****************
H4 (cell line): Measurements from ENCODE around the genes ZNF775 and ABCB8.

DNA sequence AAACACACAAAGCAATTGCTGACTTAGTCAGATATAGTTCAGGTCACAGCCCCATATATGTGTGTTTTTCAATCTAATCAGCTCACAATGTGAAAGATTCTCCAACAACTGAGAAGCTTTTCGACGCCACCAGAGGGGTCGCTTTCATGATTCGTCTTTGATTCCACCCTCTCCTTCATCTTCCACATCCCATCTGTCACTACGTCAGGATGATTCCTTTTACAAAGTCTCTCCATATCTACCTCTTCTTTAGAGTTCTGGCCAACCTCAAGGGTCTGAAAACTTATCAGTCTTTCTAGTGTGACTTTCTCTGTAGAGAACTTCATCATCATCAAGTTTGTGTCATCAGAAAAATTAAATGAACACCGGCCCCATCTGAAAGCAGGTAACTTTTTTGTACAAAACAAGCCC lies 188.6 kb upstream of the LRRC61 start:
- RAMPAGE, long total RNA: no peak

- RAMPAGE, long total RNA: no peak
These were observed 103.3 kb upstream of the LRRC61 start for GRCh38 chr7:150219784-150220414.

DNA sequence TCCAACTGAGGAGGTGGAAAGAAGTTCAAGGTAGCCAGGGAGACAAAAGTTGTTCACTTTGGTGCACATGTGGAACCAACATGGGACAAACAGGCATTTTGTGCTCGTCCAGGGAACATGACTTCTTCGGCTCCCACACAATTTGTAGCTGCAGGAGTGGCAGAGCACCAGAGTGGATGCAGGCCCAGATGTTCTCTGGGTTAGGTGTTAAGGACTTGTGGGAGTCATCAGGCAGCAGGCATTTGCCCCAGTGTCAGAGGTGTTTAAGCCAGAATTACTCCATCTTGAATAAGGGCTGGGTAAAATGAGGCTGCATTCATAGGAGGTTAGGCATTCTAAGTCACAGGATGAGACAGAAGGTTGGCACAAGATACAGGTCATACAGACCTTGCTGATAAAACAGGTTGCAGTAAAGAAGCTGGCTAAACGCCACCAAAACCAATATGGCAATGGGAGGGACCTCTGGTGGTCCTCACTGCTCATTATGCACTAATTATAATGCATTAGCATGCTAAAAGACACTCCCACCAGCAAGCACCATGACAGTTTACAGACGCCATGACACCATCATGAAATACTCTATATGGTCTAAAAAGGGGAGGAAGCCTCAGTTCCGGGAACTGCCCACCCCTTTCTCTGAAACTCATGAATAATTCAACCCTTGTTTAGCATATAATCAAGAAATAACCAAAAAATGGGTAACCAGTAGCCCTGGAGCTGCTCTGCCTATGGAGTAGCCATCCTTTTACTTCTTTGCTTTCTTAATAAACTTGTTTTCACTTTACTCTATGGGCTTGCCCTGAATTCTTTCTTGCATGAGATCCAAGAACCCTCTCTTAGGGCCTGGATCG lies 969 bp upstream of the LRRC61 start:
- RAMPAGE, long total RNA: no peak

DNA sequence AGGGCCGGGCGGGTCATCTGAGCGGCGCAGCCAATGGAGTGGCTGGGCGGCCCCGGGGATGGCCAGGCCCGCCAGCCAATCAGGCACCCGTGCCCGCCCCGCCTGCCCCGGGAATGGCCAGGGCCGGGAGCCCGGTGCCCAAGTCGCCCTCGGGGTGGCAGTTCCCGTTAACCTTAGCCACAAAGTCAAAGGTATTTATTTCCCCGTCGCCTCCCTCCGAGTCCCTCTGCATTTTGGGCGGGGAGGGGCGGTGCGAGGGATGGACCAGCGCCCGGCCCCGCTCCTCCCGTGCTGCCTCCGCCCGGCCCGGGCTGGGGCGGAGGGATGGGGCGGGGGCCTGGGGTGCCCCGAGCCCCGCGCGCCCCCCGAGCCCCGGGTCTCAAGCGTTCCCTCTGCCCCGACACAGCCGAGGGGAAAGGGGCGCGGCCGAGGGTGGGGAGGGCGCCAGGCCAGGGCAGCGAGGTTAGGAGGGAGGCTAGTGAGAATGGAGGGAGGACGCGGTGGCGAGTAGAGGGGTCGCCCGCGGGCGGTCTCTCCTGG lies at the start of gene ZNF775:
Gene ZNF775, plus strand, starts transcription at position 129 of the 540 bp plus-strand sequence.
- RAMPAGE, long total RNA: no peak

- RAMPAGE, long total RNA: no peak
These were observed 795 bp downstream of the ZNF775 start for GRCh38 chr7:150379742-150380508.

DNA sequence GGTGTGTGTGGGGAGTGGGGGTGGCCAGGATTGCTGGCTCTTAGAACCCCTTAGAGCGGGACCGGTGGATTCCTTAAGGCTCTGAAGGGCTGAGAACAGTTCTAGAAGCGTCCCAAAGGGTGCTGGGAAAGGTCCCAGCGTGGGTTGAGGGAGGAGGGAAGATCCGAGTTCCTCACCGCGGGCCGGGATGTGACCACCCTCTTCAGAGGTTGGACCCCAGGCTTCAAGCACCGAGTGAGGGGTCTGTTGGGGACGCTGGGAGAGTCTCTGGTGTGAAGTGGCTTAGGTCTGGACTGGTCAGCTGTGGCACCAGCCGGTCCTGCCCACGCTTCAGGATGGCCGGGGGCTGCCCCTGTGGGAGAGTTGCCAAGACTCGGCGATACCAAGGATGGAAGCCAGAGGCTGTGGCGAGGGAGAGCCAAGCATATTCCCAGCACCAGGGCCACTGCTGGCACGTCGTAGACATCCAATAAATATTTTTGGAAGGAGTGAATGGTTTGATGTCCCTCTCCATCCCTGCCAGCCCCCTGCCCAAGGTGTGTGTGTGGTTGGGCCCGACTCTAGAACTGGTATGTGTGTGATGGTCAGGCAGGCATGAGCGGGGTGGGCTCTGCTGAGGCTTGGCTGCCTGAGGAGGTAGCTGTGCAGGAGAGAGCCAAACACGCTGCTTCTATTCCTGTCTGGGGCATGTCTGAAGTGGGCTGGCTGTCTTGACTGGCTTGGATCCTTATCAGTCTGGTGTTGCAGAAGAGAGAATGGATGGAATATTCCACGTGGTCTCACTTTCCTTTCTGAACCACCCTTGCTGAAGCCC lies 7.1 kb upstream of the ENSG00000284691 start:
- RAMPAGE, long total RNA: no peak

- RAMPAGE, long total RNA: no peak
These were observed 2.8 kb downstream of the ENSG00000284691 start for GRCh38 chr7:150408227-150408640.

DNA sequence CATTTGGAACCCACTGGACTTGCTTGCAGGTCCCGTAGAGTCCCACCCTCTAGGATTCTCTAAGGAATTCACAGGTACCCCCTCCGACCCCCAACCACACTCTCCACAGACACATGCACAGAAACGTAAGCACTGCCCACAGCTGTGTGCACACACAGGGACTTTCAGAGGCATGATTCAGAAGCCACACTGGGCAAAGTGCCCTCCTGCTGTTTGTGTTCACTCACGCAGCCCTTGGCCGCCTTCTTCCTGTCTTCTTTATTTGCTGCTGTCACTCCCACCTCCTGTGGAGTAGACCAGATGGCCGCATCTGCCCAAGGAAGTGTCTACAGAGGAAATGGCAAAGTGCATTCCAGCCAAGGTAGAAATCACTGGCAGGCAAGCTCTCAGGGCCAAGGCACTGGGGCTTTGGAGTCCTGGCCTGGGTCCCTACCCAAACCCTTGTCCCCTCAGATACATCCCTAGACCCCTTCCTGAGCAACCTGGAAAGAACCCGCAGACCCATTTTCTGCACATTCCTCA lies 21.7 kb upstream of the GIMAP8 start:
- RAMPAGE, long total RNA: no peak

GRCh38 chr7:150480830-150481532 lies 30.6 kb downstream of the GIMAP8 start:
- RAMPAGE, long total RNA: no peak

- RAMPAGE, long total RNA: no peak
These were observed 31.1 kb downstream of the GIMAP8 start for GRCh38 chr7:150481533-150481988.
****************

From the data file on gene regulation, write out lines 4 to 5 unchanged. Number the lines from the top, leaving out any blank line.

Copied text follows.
- RAMPAGE, long total RNA: no peak
These were observed 103.3 kb upstream of the LRRC61 start for GRCh38 chr7:150219784-150220414.